Sometimes Selves

by MB


the thing I came for:

the wreck and not the story of the wreck

the thing itself and not the myth

the drowned face always staring

toward the sun

the evidence of damage worn by salt and sway into this threadbare beauty

the ribs of the disaster curving their assertion

among the tentative haunters. 

- Adrienne Rich, Diving Into the Wreck

I do not trust myself around food. Around anything substantial. Love. Joy. Fulfillment, even conceptually, haunts me with its possibilities, an endless expanse of what could be.

I am too greedy to be trusted. My body does not fear boundaries, choosing instead to charge stubbornly and at full speed at what stands in its way. It does not obey convention, nor does it fear the consequences of its actions. In the presence of excess, my body is overwhelmed by consumption. Balance is the absence of feeling - I do not know I am full until I have surpassed my limits, nor do I recognize hunger until it has overtaken my thoughts. My body, my brain, thrive in this black and white space, the contrast blinding the possibility of gray, of what if.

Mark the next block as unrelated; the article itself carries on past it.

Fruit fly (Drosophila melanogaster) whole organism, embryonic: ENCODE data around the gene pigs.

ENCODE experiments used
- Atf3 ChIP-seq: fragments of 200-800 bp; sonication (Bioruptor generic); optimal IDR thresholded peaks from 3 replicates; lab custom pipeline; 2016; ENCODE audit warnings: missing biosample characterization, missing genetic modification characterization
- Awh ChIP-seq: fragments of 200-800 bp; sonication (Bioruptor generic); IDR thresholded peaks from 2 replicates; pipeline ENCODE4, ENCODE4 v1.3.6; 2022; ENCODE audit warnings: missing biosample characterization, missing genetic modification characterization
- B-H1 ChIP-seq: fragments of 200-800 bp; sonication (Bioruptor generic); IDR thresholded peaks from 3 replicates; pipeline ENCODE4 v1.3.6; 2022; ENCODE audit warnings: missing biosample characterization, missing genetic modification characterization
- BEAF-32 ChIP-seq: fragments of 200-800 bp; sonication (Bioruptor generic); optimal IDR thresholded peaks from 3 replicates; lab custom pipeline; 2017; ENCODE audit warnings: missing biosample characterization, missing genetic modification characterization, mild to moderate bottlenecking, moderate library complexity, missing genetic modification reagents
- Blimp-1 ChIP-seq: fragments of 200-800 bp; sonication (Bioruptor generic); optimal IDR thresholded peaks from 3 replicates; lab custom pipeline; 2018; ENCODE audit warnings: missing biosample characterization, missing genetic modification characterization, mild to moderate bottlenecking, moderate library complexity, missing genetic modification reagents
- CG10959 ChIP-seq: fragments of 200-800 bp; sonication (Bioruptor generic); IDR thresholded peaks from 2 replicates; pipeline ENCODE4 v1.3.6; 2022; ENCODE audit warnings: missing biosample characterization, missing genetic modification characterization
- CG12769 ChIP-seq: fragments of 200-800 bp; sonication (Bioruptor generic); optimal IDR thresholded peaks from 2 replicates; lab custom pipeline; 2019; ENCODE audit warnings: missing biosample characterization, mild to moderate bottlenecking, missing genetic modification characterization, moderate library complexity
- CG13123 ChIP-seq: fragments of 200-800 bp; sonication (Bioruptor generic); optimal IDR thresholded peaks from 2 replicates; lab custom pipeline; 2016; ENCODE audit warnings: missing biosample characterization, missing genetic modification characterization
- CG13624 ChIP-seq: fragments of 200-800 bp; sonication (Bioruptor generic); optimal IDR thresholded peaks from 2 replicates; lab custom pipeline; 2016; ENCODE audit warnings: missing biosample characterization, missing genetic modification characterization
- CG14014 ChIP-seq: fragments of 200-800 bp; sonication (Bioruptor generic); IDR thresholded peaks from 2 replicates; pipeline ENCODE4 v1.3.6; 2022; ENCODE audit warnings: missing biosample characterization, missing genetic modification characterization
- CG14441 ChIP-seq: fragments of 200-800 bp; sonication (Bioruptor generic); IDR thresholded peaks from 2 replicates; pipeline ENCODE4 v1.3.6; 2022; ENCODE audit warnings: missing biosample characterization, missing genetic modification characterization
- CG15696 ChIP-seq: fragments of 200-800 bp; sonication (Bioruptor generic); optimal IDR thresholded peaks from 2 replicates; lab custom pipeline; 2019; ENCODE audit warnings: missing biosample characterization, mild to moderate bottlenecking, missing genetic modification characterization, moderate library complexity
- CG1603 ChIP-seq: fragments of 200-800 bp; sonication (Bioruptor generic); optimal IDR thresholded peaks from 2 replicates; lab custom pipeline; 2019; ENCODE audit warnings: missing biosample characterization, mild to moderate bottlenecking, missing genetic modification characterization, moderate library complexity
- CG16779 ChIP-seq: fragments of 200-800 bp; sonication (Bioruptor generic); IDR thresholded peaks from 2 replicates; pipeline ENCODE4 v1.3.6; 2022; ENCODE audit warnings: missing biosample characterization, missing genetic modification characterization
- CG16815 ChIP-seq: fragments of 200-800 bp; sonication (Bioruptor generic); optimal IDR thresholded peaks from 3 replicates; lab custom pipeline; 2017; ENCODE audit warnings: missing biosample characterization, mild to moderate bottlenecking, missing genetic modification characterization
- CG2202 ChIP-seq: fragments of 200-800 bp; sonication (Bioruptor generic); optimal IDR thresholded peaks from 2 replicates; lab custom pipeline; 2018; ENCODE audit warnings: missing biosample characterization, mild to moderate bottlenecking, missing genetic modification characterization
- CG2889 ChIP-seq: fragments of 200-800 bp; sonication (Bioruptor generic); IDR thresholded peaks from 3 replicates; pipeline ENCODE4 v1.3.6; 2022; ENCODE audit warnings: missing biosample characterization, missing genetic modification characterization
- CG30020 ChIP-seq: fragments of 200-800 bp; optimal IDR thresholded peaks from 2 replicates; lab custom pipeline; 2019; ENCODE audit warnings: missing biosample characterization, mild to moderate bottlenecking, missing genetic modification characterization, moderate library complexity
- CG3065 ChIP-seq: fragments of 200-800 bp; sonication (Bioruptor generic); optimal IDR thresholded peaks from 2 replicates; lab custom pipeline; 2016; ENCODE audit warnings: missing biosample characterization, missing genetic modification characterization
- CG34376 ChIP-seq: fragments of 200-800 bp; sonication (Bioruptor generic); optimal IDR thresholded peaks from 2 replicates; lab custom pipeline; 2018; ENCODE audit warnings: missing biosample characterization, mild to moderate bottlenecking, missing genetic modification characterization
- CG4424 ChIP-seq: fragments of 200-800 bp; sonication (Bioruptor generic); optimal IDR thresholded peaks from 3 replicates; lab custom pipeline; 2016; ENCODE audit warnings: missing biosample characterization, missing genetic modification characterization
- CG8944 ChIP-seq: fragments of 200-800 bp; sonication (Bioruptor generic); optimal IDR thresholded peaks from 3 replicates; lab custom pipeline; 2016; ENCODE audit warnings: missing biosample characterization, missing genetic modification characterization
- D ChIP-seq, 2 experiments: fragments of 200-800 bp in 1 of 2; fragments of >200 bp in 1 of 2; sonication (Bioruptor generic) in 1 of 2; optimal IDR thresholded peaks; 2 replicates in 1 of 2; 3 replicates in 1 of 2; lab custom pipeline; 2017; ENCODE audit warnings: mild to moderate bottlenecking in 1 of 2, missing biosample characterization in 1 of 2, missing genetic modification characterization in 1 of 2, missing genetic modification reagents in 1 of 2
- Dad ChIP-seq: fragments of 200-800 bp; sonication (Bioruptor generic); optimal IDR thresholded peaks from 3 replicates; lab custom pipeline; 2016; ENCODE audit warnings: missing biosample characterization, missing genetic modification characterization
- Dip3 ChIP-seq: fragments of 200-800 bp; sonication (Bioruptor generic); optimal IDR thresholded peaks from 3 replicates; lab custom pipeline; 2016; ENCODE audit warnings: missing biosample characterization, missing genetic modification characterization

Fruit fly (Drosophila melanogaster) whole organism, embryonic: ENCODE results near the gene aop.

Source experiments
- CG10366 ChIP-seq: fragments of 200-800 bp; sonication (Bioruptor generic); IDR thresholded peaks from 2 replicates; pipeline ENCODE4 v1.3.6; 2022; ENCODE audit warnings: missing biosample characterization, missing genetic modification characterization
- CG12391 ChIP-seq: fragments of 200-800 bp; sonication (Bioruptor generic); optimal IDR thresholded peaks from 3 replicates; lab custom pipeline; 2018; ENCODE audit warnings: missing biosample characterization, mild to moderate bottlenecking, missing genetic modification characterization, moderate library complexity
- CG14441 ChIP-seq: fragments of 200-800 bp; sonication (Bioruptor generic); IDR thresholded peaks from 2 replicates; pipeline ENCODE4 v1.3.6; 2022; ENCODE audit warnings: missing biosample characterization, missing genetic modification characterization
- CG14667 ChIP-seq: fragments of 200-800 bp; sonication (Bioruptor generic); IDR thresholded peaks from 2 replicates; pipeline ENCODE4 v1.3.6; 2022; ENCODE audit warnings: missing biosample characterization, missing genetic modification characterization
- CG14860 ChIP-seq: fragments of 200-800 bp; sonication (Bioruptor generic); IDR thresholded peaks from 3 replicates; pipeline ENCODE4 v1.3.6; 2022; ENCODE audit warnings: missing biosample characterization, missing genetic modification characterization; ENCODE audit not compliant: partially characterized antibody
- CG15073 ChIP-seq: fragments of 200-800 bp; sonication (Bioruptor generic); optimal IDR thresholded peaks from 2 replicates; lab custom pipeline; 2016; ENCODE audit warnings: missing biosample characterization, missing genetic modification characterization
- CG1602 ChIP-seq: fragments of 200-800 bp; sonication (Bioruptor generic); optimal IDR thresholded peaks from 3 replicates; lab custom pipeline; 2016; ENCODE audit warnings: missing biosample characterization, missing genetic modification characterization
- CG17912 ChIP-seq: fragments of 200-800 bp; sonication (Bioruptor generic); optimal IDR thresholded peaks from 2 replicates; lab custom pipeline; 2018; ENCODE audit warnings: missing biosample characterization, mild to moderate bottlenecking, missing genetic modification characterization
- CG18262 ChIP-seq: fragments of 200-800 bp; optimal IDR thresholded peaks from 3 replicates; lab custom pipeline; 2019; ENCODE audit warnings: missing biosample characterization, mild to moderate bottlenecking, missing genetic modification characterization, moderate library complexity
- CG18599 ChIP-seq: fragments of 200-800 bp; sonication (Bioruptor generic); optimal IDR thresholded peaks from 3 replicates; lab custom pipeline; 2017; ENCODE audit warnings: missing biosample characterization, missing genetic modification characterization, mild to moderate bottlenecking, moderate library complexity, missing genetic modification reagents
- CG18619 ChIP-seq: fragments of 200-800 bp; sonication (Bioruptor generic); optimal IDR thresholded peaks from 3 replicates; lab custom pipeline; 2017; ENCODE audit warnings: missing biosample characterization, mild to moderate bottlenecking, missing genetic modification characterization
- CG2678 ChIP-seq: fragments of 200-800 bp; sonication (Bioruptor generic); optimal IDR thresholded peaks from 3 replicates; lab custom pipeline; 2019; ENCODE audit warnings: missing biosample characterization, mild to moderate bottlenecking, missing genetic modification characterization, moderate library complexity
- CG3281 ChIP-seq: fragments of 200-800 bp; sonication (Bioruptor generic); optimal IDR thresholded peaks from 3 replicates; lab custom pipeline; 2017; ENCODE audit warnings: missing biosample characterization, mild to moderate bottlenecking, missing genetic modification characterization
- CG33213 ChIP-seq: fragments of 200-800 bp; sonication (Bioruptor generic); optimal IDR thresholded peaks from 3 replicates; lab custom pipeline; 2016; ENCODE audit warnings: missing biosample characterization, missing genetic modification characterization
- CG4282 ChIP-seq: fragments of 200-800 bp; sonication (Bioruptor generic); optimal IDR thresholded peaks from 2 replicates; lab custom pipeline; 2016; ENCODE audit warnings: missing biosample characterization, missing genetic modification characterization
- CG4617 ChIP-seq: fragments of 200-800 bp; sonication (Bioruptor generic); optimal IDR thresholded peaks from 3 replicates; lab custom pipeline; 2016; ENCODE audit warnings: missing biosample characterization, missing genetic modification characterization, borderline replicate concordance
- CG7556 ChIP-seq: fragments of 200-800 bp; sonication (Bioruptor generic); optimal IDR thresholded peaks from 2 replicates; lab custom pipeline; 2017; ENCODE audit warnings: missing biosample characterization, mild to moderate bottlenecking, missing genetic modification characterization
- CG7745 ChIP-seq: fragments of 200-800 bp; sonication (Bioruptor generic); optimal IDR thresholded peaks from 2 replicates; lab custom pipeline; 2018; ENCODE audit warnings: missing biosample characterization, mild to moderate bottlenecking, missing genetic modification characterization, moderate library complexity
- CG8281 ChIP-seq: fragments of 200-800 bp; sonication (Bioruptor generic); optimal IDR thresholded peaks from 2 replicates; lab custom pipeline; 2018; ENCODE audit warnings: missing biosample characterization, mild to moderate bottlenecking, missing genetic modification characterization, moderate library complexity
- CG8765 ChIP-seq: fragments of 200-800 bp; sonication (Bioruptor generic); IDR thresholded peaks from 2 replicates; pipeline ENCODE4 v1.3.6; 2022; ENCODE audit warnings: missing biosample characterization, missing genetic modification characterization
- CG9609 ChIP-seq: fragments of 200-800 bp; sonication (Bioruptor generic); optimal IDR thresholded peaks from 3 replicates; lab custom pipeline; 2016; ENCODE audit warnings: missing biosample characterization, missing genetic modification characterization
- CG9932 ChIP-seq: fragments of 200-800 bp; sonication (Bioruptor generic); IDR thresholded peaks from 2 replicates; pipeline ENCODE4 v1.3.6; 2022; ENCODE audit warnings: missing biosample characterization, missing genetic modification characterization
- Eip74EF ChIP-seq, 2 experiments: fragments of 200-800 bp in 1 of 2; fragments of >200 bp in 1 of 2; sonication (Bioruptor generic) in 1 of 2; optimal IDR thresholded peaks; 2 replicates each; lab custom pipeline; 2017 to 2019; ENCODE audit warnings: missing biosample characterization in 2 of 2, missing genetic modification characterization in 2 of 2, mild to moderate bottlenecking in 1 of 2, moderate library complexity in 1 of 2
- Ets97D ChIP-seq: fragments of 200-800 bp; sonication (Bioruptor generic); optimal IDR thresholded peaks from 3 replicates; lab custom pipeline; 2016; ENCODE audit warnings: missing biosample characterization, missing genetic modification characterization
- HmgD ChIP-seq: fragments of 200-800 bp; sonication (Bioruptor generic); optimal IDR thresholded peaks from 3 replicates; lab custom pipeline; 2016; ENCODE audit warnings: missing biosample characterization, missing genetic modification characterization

In this moment, in the present that is today, this breath, I do not know how to eat until I am simply satisfied, to drink for pleasure and not inebriation, to live outside my body without abandoning it entirely. I am voracious for connection, empathy, food, sex, for losing myself.

It's either acceptable or gross. Thin or fat. Success or failure. Each attempt at moderation reaffirms this hypothesis - I am too hungry to be left alone with only some, too needy to be satisfied by my portion alone.

I am working towards a future where I am not governed by polar opposition, where I can submerge myself fully in the in the murkiness. In this reality, every event is not a crisis, and every tear is not depression. Feelings will cohabiate freely in this space, aware but not threatened by their temporal existence. I will be able to leave some for later, portion my heart out with comfort. One bad meal will not make me fat, nor will one heartbreak doom me to a lifetime of loneliness.

The high I seek with be the journey itself. I will trust my body's own regulation, marveling only at its innate craving for balance. I worry that beyond these layers my core is weak, that I may inherently favor complacency. 

This is part of recovery, my journey to appreciate the thrill of Rich's metaphor of diving, to experience pleasure in the thing itself.